The role of transposable elements in the origin and evolution of microRNAs in human

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Abstract

MicroRNAs (miRNAs) are crucial regulators of gene expression at the post-transcriptional level in eukaryotes via targeting gene 3′-untranslated regions. Transposable elements (TEs) are considered as natural origins of some miRNAs. However, what miRNAs are and how these miRNAs originate and evolve from TEs remain unclear. We identified 409 TE-derived miRNAs (386 overlapped with TEs and 23 un-overlapped with TEs) which are derived from TEs in human. This indicates that the TEs play important roles in origin of miRNAs in human. In addition, we found that the proportions of miRNAs derived from TEs (MDTEs) in human are more than other vertebrates especially non-mammal vertebrates. Furthermore, we classified MDTEs into three types and found that TE head or tail sequences along with adjacent genomic sequences contribute to generation of human miRNAs. Our current study will improve the understanding of origin and evolution of human miRNAs.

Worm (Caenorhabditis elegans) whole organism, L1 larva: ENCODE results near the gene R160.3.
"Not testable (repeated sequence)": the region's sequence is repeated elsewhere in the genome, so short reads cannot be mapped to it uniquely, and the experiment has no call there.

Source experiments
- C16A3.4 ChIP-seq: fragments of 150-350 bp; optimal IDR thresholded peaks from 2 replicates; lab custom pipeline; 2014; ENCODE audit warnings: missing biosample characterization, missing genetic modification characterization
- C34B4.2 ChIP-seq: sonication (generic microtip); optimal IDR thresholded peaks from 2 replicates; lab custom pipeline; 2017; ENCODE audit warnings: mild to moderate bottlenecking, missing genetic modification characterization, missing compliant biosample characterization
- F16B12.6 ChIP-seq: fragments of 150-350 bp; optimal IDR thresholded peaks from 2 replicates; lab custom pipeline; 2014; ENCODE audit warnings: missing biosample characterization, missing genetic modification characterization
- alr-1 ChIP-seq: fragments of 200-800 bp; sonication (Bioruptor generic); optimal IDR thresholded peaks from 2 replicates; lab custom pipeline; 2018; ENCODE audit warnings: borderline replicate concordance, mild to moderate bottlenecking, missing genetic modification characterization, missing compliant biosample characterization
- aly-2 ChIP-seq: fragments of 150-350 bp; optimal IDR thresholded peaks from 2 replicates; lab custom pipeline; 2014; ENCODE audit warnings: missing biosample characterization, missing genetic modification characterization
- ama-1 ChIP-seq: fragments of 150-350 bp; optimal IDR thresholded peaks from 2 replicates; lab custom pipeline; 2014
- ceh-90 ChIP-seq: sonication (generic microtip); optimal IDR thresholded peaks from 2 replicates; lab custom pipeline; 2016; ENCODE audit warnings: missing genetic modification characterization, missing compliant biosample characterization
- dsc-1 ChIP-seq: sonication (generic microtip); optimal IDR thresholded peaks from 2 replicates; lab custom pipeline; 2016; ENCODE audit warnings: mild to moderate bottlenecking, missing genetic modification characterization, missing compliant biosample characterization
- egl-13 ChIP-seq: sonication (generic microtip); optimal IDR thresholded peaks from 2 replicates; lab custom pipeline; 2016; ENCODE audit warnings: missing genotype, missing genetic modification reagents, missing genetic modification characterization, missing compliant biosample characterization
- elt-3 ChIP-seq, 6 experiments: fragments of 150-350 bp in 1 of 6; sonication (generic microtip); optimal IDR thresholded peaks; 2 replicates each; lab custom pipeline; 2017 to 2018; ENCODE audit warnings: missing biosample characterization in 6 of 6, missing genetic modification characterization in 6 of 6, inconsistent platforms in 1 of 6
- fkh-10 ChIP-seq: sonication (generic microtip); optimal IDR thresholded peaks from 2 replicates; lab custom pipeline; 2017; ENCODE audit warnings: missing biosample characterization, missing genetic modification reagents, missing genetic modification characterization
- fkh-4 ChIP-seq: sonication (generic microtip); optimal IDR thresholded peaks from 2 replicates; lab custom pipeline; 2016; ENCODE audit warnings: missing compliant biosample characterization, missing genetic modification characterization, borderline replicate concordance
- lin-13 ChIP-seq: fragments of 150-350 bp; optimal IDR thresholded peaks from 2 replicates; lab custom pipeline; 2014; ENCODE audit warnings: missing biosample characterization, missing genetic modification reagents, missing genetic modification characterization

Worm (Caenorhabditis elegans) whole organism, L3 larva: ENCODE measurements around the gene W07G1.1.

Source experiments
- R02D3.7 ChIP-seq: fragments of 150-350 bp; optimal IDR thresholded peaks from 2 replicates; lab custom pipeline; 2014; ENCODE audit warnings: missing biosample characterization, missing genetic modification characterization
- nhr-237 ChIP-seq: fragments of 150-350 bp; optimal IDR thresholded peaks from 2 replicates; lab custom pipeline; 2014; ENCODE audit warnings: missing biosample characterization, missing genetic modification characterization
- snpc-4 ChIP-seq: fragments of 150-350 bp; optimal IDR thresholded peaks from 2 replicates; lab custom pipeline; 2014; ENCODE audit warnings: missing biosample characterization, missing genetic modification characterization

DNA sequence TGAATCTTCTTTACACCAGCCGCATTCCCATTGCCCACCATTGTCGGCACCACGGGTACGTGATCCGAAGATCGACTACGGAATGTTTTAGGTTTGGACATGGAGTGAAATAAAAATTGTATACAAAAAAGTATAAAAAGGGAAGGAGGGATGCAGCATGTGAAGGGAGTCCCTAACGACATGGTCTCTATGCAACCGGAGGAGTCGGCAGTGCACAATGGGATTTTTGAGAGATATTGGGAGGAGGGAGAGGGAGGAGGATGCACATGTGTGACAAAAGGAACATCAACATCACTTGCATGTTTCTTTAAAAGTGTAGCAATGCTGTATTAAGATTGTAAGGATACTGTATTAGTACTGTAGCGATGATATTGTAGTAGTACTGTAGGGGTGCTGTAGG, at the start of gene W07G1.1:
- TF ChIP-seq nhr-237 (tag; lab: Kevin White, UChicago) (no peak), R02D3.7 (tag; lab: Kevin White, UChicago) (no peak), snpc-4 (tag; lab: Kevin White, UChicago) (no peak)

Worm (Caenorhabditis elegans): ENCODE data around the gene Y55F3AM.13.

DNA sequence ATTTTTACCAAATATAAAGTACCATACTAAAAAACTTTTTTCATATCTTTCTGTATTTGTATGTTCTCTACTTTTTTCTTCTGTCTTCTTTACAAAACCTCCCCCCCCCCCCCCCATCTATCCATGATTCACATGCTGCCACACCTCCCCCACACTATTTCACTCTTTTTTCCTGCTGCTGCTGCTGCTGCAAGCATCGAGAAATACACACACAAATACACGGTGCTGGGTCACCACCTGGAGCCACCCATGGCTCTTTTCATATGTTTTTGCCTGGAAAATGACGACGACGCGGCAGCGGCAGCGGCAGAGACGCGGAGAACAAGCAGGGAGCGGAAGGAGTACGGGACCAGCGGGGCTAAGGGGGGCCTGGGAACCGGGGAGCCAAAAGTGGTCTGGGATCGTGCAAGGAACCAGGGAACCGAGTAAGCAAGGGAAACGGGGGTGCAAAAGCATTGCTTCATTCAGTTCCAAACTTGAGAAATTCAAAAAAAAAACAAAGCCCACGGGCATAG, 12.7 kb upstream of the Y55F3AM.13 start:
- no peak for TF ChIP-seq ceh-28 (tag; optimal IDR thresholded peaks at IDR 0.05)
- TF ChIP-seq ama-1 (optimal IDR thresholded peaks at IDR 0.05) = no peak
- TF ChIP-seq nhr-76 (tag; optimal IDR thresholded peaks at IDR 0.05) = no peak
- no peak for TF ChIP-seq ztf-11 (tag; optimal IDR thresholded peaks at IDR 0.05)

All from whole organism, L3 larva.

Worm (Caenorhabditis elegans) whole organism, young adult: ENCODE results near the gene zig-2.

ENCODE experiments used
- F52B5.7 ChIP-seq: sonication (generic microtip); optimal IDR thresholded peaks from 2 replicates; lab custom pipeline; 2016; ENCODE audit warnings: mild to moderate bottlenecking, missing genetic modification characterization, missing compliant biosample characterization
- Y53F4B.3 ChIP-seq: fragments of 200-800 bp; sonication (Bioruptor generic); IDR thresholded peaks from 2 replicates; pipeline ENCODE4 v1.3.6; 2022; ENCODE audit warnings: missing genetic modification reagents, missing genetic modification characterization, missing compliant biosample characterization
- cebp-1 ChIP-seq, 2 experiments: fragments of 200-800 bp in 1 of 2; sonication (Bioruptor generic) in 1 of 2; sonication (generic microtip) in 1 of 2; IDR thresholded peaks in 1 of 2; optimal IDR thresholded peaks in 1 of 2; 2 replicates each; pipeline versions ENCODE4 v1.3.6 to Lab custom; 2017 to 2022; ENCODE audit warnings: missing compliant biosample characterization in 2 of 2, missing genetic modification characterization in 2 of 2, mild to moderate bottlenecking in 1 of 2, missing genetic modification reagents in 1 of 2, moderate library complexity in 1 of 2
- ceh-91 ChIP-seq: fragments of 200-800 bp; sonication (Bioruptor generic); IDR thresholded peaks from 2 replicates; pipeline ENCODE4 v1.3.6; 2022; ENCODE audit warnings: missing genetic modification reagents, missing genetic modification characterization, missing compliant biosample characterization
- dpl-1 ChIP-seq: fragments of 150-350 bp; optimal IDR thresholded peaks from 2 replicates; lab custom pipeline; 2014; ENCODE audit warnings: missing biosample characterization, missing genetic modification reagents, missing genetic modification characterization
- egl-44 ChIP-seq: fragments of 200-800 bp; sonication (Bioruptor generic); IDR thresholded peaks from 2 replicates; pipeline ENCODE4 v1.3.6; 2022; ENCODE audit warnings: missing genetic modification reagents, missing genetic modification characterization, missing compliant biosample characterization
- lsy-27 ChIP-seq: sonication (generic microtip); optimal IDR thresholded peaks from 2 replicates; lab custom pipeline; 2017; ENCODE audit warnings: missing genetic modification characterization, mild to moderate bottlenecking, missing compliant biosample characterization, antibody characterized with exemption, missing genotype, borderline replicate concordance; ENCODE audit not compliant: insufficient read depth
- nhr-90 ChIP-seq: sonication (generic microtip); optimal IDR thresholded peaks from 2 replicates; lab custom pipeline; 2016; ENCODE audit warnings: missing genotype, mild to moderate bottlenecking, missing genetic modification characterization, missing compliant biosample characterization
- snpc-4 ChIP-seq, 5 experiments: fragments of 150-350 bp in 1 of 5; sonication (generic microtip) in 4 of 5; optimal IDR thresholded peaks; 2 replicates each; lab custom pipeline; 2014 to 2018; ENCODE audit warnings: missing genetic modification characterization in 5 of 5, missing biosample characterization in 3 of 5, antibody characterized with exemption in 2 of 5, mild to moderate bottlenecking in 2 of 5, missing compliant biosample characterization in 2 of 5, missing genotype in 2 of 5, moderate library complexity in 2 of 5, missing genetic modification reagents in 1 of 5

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Qin, S., Jin, P., Zhou, X., Chen, L., & Ma, F. (2015). The role of transposable elements in the origin and evolution of microRNAs in human. PLoS ONE, 10(6). https://doi.org/10.1371/journal.pone.0131365

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